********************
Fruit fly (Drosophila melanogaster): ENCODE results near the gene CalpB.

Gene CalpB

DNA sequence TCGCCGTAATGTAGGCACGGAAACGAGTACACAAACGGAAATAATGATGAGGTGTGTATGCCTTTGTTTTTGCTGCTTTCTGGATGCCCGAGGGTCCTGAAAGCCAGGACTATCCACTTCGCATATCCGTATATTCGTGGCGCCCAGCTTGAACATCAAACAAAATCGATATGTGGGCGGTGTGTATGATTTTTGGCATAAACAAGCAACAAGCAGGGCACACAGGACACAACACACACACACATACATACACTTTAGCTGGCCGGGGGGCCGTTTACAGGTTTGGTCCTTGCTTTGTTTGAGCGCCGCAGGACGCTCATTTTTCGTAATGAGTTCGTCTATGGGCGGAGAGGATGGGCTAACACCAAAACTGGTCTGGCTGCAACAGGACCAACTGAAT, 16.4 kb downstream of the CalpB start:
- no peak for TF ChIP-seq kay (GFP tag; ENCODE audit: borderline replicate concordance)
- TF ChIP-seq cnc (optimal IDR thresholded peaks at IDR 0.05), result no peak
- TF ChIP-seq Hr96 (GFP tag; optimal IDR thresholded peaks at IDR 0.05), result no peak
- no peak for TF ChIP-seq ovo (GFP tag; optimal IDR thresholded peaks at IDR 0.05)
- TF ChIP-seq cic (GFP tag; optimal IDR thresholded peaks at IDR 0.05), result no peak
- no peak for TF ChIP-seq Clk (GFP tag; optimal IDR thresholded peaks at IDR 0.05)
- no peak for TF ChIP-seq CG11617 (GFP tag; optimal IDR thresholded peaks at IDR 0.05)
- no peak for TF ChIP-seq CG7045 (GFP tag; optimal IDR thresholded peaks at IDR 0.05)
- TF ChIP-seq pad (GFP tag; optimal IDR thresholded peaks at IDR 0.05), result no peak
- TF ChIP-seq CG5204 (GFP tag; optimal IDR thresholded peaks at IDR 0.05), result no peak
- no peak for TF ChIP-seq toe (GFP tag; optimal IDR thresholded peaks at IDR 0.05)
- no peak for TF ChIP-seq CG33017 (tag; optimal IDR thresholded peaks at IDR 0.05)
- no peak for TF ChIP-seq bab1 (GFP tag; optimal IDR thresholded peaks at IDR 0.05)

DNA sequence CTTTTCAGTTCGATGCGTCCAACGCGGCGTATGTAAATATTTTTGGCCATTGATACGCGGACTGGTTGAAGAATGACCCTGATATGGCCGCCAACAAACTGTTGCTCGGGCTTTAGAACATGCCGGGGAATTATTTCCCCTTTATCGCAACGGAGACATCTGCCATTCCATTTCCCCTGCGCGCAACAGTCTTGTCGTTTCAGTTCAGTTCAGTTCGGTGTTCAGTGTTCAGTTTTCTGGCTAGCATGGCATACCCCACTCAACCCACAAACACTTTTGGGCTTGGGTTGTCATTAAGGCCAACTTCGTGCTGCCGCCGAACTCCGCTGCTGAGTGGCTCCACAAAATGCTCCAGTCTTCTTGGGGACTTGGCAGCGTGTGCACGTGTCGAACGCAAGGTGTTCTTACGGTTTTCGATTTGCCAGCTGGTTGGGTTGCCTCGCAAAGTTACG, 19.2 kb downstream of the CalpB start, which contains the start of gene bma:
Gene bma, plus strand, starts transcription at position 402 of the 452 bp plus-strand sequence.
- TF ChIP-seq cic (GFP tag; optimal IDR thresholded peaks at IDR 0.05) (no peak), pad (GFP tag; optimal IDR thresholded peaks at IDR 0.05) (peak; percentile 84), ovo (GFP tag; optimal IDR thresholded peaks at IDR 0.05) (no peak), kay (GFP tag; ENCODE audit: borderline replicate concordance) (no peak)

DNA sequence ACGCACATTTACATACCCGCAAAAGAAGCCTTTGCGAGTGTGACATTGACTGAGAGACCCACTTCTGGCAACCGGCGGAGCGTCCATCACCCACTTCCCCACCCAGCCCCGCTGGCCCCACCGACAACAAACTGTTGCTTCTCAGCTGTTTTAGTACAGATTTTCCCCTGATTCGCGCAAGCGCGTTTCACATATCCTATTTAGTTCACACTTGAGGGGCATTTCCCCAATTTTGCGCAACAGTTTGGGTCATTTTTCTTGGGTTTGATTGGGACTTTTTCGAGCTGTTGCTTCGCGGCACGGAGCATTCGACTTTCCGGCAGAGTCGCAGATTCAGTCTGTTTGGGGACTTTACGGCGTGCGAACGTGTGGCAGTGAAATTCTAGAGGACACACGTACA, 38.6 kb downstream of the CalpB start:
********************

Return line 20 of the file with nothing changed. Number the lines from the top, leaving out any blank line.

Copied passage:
DNA sequence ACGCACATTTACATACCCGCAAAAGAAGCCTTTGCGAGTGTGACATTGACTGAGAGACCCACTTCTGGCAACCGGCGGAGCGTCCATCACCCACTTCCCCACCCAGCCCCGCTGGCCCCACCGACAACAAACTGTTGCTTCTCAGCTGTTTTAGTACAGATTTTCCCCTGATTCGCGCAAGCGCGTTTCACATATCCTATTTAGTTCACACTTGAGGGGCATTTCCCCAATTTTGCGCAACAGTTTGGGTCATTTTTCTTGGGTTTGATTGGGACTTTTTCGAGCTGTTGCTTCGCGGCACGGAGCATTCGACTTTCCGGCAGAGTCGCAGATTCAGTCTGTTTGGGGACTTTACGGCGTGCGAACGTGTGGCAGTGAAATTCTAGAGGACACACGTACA, 38.6 kb downstream of the CalpB start: